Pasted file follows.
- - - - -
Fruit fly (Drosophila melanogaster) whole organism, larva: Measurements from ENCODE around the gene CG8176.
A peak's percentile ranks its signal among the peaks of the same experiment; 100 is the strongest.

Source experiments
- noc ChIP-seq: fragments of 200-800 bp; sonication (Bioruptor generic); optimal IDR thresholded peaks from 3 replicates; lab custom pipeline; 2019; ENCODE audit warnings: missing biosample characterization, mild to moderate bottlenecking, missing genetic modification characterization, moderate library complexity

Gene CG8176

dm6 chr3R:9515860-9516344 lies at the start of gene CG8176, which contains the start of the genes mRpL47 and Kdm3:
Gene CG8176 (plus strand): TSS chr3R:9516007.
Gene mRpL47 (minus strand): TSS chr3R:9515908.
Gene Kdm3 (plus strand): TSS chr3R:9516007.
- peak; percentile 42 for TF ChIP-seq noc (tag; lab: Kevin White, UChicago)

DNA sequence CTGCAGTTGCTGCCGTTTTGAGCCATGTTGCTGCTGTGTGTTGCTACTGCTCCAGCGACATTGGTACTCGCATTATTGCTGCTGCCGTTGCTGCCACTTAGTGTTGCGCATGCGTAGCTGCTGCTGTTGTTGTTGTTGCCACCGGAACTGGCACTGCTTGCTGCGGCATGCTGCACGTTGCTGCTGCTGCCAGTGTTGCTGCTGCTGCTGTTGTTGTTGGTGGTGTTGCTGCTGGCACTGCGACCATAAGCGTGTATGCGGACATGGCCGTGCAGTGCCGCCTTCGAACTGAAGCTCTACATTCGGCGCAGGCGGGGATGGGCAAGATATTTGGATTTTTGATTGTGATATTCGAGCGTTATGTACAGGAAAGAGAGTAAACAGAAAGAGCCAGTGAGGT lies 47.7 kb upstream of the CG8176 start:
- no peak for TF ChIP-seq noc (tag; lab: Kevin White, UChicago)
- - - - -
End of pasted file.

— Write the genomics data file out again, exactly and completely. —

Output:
Fruit fly (Drosophila melanogaster) whole organism, larva: Measurements from ENCODE around the gene CG8176.
A peak's percentile ranks its signal among the peaks of the same experiment; 100 is the strongest.

Source experiments
- noc ChIP-seq: fragments of 200-800 bp; sonication (Bioruptor generic); optimal IDR thresholded peaks from 3 replicates; lab custom pipeline; 2019; ENCODE audit warnings: missing biosample characterization, mild to moderate bottlenecking, missing genetic modification characterization, moderate library complexity

Gene CG8176

dm6 chr3R:9515860-9516344 lies at the start of gene CG8176, which contains the start of the genes mRpL47 and Kdm3:
Gene CG8176 (plus strand): TSS chr3R:9516007.
Gene mRpL47 (minus strand): TSS chr3R:9515908.
Gene Kdm3 (plus strand): TSS chr3R:9516007.
- peak; percentile 42 for TF ChIP-seq noc (tag; lab: Kevin White, UChicago)

DNA sequence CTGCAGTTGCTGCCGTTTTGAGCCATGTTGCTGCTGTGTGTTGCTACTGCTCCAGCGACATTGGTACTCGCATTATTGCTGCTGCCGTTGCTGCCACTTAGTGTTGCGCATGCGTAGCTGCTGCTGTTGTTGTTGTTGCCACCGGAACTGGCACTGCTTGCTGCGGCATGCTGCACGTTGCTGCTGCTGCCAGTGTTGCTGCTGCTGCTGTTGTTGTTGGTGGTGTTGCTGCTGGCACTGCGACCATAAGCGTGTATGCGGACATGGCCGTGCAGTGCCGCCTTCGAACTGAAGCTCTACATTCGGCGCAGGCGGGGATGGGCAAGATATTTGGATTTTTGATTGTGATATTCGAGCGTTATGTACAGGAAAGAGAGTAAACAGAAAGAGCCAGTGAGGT lies 47.7 kb upstream of the CG8176 start:
- no peak for TF ChIP-seq noc (tag; lab: Kevin White, UChicago)